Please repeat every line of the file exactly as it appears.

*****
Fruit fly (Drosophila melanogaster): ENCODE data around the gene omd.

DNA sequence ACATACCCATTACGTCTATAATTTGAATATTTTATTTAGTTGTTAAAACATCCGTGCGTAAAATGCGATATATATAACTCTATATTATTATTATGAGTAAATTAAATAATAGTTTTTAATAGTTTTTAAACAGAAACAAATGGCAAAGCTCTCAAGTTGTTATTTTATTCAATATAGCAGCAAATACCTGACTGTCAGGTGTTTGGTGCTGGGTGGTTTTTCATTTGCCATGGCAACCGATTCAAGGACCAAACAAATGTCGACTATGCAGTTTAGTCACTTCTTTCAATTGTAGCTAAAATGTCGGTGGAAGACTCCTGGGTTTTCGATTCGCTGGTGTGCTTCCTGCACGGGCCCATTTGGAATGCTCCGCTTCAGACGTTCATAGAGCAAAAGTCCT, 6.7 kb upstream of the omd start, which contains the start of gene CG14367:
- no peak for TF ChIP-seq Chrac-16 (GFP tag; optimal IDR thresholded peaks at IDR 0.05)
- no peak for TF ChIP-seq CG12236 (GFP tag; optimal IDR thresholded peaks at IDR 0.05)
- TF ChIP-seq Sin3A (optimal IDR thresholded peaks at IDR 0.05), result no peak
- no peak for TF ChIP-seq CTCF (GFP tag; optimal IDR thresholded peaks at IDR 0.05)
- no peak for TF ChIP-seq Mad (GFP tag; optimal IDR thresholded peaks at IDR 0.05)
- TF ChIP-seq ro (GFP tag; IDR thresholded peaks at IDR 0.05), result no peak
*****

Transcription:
Fruit fly (Drosophila melanogaster): ENCODE data around the gene omd.

DNA sequence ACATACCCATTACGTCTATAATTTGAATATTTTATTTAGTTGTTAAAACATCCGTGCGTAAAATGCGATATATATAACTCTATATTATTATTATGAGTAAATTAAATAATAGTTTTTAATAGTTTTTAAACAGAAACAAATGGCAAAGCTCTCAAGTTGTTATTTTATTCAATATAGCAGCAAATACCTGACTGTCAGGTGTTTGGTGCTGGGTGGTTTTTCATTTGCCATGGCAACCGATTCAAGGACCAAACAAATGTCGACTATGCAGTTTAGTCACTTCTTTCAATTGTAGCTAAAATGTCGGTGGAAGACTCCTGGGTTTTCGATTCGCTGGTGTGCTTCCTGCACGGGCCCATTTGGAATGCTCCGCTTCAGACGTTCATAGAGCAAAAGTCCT, 6.7 kb upstream of the omd start, which contains the start of gene CG14367:
- no peak for TF ChIP-seq Chrac-16 (GFP tag; optimal IDR thresholded peaks at IDR 0.05)
- no peak for TF ChIP-seq CG12236 (GFP tag; optimal IDR thresholded peaks at IDR 0.05)
- TF ChIP-seq Sin3A (optimal IDR thresholded peaks at IDR 0.05), result no peak
- no peak for TF ChIP-seq CTCF (GFP tag; optimal IDR thresholded peaks at IDR 0.05)
- no peak for TF ChIP-seq Mad (GFP tag; optimal IDR thresholded peaks at IDR 0.05)
- TF ChIP-seq ro (GFP tag; IDR thresholded peaks at IDR 0.05), result no peak